Tag Archives: I Corinthians

Unsettled on Account of Christ

“We are foolish on account of Christ, but you all are reasonable in Christ; we are weak but you all are strong; you are distinguished, but we are dishonored. Up until now, even the present hour, we are hungering, and are thirsting, and are poorly clothed, and are roughly treated and are unsettled and while, working, we labor with our own hands, when we are reviled we bless, when we are persecuted we endure, when we are slandered we exhort, we became as the refuse of the world, the scum of all, until now (even now).” I Corinthians 4:10-13

Unsettled – astateo – to be without permanent residence, be unsettled, be homeless… of Paul’s way of life (BDAG)

This has been an encouraging word to translate and read. Paul doesn’t say that he had no house to sleep in. Or that he was constantly moving from town to town, never staying more than a week. Rather, he stayed in Corinth for some time (a year or more), and Ephesus for 3 years. Some places he left quickly, but where he could he did stay. To say that he had no home might have been offensive to the people who gave him housing when he came to town. Rather, Paul is unsettled. He is nomadic, having no ‘home’ in the most significant sense of the word. Paul didn’t seek a hard life, he received it willingly as part of his ministry, “on account of Christ”.

We have a home of our own. But it is difficult to name where ‘home’ is. ‘Home’ has changed several times. And it will likely change again once we finish seminary. This hasn’t been horrible, just…tiresome. Its good to know we have company with Paul (and everyone else who is, or has been, in seminary, or done missionary work). We are very grateful that most of the other items on the list are not true of us. God is gentle to his more fragile servants. But it is good to be reminded that our God has been using people in this way for a long, long time.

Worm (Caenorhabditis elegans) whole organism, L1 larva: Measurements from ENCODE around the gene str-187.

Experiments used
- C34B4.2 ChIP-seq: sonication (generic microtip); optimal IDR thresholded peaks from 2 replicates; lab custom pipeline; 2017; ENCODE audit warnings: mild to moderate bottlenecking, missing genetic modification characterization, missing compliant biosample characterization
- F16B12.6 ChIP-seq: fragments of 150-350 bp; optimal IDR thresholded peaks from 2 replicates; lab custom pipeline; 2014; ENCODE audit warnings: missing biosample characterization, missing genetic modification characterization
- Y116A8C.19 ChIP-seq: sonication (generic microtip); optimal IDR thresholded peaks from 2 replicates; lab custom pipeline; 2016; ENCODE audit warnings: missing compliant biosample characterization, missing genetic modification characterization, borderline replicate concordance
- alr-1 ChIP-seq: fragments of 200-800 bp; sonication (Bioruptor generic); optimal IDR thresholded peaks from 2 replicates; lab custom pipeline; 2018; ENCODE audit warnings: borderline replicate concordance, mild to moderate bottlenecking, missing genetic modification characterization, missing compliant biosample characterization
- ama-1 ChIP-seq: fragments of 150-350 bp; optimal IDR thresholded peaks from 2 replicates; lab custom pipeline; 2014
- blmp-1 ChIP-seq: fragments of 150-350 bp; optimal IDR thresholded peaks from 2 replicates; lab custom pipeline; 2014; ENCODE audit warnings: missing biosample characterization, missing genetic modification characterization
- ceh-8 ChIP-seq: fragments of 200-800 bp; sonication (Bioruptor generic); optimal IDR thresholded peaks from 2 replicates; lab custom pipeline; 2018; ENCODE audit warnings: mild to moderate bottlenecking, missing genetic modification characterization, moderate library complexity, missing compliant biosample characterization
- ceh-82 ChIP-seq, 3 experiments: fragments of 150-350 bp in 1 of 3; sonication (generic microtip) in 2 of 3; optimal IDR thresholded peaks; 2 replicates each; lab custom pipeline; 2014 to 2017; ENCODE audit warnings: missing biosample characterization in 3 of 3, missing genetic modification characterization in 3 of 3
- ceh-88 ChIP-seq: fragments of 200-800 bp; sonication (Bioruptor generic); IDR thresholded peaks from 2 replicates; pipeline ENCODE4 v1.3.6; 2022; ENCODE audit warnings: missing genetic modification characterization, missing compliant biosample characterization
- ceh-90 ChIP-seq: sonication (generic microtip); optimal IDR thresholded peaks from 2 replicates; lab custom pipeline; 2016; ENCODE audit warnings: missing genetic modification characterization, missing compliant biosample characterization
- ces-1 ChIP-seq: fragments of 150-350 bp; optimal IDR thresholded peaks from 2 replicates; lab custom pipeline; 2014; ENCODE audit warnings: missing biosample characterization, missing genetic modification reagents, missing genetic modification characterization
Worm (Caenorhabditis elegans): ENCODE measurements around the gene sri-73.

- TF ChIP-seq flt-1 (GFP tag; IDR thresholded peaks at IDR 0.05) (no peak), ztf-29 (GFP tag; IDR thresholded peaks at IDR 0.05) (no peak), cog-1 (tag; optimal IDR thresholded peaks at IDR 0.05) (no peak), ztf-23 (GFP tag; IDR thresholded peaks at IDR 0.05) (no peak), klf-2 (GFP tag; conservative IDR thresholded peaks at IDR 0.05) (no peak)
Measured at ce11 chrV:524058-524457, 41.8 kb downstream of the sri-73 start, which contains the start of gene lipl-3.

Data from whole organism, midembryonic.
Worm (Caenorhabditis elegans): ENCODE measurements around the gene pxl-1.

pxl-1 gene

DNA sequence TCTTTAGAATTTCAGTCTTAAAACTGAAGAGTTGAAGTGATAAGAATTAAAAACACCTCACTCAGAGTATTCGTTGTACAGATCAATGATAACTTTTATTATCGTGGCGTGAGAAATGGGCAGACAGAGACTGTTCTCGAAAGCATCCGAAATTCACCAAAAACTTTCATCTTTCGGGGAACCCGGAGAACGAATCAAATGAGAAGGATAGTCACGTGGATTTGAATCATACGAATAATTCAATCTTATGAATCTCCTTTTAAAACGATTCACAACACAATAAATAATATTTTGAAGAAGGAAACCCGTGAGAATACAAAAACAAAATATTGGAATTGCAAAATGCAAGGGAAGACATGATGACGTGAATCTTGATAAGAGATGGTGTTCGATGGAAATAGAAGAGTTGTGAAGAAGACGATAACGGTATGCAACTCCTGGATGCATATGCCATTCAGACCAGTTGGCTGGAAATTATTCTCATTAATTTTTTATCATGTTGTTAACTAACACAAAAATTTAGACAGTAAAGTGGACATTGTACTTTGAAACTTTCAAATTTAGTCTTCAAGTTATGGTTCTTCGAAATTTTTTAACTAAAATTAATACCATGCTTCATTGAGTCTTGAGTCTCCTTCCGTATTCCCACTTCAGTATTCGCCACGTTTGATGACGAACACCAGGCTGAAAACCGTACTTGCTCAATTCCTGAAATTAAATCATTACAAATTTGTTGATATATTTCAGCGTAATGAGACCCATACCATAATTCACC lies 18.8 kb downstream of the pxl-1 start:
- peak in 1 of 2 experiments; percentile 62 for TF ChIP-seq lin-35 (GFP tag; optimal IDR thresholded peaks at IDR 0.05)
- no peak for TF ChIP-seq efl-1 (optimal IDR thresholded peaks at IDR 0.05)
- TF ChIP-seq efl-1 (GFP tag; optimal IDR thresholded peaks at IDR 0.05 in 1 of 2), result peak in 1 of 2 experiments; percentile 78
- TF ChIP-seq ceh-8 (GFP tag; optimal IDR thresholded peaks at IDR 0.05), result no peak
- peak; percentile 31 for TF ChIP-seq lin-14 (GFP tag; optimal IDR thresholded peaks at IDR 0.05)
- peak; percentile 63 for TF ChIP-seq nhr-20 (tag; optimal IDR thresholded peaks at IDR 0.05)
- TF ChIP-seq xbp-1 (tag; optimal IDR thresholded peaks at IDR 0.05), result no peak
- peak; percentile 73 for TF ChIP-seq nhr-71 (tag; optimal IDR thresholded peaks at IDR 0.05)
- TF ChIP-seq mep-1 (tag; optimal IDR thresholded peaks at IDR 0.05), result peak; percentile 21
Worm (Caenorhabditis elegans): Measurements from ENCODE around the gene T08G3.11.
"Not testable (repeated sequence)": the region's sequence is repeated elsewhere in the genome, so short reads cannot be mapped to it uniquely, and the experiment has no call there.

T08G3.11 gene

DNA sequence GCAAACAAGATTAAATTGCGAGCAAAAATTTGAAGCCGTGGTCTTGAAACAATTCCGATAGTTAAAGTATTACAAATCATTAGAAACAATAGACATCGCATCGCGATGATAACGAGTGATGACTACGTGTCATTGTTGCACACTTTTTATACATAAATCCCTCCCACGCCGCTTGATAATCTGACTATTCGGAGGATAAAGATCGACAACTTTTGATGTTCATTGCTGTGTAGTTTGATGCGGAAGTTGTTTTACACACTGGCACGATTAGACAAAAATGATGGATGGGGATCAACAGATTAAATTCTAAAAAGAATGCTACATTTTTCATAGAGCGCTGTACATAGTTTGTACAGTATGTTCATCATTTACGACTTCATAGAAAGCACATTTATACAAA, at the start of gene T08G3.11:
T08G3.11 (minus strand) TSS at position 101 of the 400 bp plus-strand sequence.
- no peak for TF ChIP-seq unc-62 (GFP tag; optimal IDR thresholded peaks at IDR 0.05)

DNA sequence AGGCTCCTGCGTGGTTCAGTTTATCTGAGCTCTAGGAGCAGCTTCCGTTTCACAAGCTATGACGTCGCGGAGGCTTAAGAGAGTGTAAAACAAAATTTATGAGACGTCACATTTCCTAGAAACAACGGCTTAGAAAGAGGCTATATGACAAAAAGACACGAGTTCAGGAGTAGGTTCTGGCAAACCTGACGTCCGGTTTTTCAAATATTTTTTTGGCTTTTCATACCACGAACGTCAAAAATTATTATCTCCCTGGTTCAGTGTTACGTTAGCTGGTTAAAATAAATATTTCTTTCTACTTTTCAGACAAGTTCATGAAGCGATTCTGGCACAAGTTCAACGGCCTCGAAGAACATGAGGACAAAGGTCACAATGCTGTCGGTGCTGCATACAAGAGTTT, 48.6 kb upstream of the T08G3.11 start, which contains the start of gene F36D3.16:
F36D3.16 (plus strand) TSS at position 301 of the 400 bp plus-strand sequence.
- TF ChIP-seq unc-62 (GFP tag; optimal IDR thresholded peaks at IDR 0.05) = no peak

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Fee on I Corinthians 13:12 – Our knowledge of Christ is partial but true

"a poor reflection as in a mirror"(648) This literally reads "we look through a looking-glass in enigma/έν αἰνιγματι". The setting or Corinth helps to sift out the particular nuance that seems to be intended. "Corinth was famous as the producer of some of the finest bronze mirrors in antiquity." Thus it is unlikely that "έν αἰνιγματι" is to be understood as a puzzle, or riddle, nor as a poor reflection as if the image of mirror produced was qualitatively deficient because of the mirror. Rather, the emphasis ought to be understood as emphasis falling on "the indirect nature of looking into a mirror as opposed to seeing someone face to face." This means that Paul is not degrading the craftsmanship of the Corinthians, nor is he suggesting that we have "a distorted image… in Christ through the Spirit". Rather the knowledge of Christ that we have is "indirect, not complete", and yet is not thereby any less accurate or true.

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The Context and Genre of I Corinthians 13

A little bit of the work my group has been putting together. This section on the context of chapter 13 in the letter as a whole brings to light much of the value of this chapter.

Context of 12-14: Chapter 13 fits into the middle section of a three part argument, wherein Paul argues for the right use of tongues in public worship: for the edification of the body. The argument structure is an A-B-A pattern following the basic chapter divisions (571):
A – chapter 12
B – 12:31- chapter 13
A – chapter 14

This is important for understanding chapter 13 as a “theological interlude”(571). He does not step aside from his argument on gifts and their function in the body in order to warm the Corinthians’ hearts with some thoughts on ‘love’as if it were some notion or idea to which they ought to assent. Rather, love is to be the central motivation for using gifts and therefore determines how they are used as well. “Love … is not set forth in contrast to tongues” (572). Rather “[t]he reason for the gifts is the edification of the church, which is precisely what love aims at, but uninterpreted tongues does not” (572).

References from Fee’s NICNT commentary on I Corinthians

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